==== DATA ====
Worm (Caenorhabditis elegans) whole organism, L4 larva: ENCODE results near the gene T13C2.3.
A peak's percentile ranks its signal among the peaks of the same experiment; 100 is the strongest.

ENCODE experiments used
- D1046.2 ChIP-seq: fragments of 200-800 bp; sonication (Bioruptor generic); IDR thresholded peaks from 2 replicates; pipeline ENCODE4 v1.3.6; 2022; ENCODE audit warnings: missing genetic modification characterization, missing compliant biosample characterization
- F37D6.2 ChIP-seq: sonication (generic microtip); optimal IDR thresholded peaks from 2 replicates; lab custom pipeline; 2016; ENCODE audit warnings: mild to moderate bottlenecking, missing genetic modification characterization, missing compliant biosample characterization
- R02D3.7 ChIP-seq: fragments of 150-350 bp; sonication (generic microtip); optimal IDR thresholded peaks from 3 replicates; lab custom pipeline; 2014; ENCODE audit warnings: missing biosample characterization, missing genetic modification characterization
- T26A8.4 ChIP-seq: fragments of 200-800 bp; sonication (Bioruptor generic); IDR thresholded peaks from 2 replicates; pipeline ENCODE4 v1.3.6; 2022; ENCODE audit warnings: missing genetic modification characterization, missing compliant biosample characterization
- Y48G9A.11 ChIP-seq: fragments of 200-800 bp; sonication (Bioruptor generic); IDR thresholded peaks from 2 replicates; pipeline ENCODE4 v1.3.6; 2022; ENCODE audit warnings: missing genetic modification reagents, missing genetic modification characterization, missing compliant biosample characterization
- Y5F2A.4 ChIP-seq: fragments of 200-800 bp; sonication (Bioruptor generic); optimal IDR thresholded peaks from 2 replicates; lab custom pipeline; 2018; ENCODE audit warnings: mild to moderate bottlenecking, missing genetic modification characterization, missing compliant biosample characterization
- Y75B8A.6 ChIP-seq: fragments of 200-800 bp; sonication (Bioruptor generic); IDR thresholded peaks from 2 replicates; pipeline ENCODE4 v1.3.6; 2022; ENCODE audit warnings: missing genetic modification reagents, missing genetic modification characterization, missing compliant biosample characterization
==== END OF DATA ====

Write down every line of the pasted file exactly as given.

Worm (Caenorhabditis elegans) whole organism, L4 larva: ENCODE results near the gene T13C2.3.
A peak's percentile ranks its signal among the peaks of the same experiment; 100 is the strongest.

ENCODE experiments used
- D1046.2 ChIP-seq: fragments of 200-800 bp; sonication (Bioruptor generic); IDR thresholded peaks from 2 replicates; pipeline ENCODE4 v1.3.6; 2022; ENCODE audit warnings: missing genetic modification characterization, missing compliant biosample characterization
- F37D6.2 ChIP-seq: sonication (generic microtip); optimal IDR thresholded peaks from 2 replicates; lab custom pipeline; 2016; ENCODE audit warnings: mild to moderate bottlenecking, missing genetic modification characterization, missing compliant biosample characterization
- R02D3.7 ChIP-seq: fragments of 150-350 bp; sonication (generic microtip); optimal IDR thresholded peaks from 3 replicates; lab custom pipeline; 2014; ENCODE audit warnings: missing biosample characterization, missing genetic modification characterization
- T26A8.4 ChIP-seq: fragments of 200-800 bp; sonication (Bioruptor generic); IDR thresholded peaks from 2 replicates; pipeline ENCODE4 v1.3.6; 2022; ENCODE audit warnings: missing genetic modification characterization, missing compliant biosample characterization
- Y48G9A.11 ChIP-seq: fragments of 200-800 bp; sonication (Bioruptor generic); IDR thresholded peaks from 2 replicates; pipeline ENCODE4 v1.3.6; 2022; ENCODE audit warnings: missing genetic modification reagents, missing genetic modification characterization, missing compliant biosample characterization
- Y5F2A.4 ChIP-seq: fragments of 200-800 bp; sonication (Bioruptor generic); optimal IDR thresholded peaks from 2 replicates; lab custom pipeline; 2018; ENCODE audit warnings: mild to moderate bottlenecking, missing genetic modification characterization, missing compliant biosample characterization
- Y75B8A.6 ChIP-seq: fragments of 200-800 bp; sonication (Bioruptor generic); IDR thresholded peaks from 2 replicates; pipeline ENCODE4 v1.3.6; 2022; ENCODE audit warnings: missing genetic modification reagents, missing genetic modification characterization, missing compliant biosample characterization